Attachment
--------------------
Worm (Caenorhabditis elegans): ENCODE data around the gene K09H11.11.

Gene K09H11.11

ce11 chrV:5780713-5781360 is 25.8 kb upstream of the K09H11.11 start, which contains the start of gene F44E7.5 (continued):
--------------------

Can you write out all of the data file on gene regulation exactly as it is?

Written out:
Worm (Caenorhabditis elegans): ENCODE data around the gene K09H11.11.

Gene K09H11.11

ce11 chrV:5780713-5781360 is 25.8 kb upstream of the K09H11.11 start, which contains the start of gene F44E7.5 (continued):